3. The parent of another child recognized this young student and took charge of her while calling the parents to alert them. At not time was this student left at a stop or “abandoned” as one local radio station decided to put it.

4. The child’s mother called the transportation supervisor to discuss the error. Forty-five minutes later, the child’s step-father discussed it by phone with the superintendent. We certainly apologized for the mixup and pledged to investigate what happened and why so a fix would be put in place to prevent any further incidents.

5. A full investigation was conducted and the errors already pointed out in this post were discovered. Further conversations with the parents have been held and both the principal and transportation supervisor are personally ensuring that the errors are not repeated.

We care very much for the safety and welfare of each and every child at Godfrey-Lee and we empathize with our parents when something like this happens. No one wants to be the mother or father who is waiting at the bus stop and their child does not come off the bus.

Once again, we apologize for this incident and look forward to providing and even better transportation service for our students.

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Remarks on K-12 Funding in Michigan

Here is the full text of my remarks during a press conference today on the front lawn of Lee High School:

I have the privilege of leading a tremendous team of well-qualified educators. I’ve been an administrator in the Godfrey-Lee district since 2002 and superintendent for the past six years. I grew up in this community and attended schools here.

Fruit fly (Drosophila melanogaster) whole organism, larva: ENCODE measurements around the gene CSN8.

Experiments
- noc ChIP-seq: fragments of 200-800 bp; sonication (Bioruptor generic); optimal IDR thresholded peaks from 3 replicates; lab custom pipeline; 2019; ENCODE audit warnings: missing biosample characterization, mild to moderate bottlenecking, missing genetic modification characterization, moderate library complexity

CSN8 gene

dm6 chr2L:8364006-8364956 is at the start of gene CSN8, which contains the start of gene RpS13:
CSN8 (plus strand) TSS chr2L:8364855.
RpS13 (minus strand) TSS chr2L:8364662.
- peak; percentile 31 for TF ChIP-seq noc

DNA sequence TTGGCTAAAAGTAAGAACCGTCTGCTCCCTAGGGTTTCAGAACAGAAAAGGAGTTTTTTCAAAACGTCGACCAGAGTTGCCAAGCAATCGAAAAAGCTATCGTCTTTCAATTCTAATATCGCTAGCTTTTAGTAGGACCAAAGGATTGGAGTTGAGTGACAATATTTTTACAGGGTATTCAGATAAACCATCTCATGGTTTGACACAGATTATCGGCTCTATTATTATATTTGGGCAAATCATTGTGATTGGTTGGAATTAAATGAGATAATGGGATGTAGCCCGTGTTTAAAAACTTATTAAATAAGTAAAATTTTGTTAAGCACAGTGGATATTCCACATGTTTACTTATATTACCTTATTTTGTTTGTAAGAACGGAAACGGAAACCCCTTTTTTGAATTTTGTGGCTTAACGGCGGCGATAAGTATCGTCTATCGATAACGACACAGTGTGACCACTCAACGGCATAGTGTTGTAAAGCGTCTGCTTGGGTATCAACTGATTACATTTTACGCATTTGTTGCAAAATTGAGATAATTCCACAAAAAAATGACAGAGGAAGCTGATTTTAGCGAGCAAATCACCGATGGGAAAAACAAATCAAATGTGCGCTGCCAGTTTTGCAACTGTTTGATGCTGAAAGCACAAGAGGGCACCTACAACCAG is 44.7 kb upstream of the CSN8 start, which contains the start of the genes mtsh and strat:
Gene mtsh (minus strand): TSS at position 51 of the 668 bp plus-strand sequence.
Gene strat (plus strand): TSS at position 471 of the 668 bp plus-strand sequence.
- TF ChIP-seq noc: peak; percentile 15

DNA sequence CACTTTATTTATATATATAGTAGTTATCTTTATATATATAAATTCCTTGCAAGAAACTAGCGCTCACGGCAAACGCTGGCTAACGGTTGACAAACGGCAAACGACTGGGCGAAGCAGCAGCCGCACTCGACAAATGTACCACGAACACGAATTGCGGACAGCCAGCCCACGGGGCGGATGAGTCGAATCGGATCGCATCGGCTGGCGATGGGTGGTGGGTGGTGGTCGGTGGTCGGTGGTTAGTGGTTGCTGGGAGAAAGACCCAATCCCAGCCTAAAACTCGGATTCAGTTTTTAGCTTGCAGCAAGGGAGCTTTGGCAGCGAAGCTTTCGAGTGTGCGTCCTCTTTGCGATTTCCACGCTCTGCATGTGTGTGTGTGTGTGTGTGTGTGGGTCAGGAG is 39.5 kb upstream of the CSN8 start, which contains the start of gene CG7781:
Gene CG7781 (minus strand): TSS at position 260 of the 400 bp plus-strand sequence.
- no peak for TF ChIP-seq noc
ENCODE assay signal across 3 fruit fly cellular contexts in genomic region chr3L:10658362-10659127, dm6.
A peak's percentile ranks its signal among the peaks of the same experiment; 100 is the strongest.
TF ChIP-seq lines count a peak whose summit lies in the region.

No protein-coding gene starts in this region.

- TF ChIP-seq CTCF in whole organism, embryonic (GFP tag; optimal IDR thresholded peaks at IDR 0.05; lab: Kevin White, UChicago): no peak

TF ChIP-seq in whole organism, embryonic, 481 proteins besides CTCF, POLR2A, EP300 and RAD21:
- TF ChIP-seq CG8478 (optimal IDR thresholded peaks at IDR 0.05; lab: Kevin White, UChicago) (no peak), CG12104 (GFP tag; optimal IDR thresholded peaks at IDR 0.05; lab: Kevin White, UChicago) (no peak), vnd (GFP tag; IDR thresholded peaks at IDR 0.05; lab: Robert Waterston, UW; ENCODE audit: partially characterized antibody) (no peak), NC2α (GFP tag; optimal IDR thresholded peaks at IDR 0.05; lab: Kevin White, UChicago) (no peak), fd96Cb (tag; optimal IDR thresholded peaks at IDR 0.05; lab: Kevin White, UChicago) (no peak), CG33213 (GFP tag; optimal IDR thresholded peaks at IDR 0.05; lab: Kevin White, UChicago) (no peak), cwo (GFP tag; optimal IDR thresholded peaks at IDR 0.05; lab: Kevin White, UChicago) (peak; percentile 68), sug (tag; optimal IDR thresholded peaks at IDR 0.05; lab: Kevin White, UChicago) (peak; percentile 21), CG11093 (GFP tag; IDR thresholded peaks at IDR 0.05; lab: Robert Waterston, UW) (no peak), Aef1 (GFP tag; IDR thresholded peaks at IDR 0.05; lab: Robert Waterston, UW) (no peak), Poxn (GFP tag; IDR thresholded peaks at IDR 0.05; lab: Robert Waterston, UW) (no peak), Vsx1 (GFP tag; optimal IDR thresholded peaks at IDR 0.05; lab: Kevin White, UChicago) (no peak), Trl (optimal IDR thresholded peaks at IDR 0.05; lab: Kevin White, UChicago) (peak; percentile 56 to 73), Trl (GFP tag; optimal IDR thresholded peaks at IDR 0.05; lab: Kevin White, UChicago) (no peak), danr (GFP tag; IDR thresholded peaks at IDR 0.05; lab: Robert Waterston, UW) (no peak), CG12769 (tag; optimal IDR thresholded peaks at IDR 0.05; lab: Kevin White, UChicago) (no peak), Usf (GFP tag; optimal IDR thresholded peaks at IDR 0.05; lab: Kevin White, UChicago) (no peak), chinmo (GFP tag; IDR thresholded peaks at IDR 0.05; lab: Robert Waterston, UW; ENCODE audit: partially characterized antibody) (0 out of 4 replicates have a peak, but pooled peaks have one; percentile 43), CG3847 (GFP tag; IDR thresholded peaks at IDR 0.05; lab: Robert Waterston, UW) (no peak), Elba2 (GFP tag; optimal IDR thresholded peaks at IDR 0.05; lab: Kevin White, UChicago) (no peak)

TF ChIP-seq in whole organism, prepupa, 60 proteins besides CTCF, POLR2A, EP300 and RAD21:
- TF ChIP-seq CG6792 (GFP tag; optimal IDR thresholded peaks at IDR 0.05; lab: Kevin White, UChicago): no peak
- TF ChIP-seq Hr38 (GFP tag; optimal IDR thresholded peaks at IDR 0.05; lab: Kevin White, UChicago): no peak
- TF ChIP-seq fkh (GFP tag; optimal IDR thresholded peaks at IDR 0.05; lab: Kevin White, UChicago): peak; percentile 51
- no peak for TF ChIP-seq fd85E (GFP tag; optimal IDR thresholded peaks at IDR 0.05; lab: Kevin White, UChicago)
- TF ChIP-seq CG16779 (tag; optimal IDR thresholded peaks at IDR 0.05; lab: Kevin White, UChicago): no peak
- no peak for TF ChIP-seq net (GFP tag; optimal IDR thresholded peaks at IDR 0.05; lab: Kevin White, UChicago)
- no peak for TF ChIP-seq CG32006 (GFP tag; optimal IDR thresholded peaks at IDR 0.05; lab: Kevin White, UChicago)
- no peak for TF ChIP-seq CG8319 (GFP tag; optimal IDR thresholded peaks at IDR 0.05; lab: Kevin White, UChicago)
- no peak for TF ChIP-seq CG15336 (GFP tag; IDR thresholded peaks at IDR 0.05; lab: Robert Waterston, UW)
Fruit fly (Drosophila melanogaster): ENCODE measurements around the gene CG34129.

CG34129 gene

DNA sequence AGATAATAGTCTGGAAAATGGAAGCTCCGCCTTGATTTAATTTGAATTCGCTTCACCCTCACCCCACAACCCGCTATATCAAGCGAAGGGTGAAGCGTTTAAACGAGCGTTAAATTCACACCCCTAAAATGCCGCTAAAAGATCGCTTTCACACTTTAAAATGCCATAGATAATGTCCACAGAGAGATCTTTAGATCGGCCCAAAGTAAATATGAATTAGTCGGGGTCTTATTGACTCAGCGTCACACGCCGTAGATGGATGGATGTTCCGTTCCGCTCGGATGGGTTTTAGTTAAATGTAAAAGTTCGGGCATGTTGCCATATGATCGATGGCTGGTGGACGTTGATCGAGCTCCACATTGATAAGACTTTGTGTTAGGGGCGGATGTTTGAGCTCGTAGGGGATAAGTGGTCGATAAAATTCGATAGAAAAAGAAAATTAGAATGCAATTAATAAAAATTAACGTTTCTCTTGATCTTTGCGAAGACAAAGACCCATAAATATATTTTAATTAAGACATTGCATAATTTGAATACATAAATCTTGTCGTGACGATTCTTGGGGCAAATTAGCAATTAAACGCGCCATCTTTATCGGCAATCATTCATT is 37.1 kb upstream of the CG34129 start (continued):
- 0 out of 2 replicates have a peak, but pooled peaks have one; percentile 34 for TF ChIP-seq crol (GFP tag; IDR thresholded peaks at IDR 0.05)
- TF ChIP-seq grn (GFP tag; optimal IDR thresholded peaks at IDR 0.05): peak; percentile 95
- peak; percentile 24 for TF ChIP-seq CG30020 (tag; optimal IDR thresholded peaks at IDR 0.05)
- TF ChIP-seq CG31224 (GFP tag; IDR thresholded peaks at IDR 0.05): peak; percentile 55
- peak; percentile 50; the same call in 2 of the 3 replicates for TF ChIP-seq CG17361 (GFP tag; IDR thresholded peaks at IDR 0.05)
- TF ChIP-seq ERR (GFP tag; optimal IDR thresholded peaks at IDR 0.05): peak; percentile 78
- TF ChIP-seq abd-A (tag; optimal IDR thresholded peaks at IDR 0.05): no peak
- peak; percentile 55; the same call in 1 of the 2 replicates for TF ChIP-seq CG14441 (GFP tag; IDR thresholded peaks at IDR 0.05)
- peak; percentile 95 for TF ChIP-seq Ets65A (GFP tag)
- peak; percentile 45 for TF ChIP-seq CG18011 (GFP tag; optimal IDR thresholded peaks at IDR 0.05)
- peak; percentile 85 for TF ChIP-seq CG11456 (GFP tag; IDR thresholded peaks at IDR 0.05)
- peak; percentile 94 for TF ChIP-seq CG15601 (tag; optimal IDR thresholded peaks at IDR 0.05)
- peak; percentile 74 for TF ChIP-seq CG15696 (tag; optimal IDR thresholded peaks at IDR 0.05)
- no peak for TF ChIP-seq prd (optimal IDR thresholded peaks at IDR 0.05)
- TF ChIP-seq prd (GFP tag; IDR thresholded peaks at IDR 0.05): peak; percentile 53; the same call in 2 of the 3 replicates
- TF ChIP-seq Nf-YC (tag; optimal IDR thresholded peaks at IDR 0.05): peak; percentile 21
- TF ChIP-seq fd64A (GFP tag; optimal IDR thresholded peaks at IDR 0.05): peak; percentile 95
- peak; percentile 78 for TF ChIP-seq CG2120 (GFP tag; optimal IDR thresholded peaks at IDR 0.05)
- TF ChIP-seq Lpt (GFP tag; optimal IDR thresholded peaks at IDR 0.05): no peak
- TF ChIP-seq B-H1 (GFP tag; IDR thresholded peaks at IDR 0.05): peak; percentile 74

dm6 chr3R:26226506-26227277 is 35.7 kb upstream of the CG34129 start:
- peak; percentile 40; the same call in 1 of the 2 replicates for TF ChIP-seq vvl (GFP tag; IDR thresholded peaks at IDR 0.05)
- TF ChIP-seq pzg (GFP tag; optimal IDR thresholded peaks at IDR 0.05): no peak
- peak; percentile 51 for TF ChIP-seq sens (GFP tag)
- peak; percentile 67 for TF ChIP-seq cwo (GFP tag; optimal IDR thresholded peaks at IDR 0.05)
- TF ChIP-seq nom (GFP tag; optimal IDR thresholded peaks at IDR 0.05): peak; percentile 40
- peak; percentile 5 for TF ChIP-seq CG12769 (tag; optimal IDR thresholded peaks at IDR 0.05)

In my time serving in the district I’ve seen more and more kids, through no fault of their own, growing up in homes where parents are struggling to make ends meet, often working two or three low-wage jobs just to keep a roof over their heads and food on the table.

Many of our students are first and second generation immigrants whose parents decided to raise them here because of the high-quality public education we’re capable of providing. Nearly 25% come to us through Schools-of-Choice because they like the atmosphere and personal care of a smaller district. But because of decades of disinvestment in public education made by our state legislature, especially over the past four years, we’re failing to deliver as hoped for each and every one of them.

GLPS Foundation Allowance

State funding for our core academic programs has been cut in recent years and over the past 20 years has failed to keep up with rising costs due solely to inflation.

Kids in our district are hard working and capable of learning but they face greater barriers to success, often starting out two to four years behind in their education. And because many come with limited English language skills, they need more instructional time and specialized training for our teachers.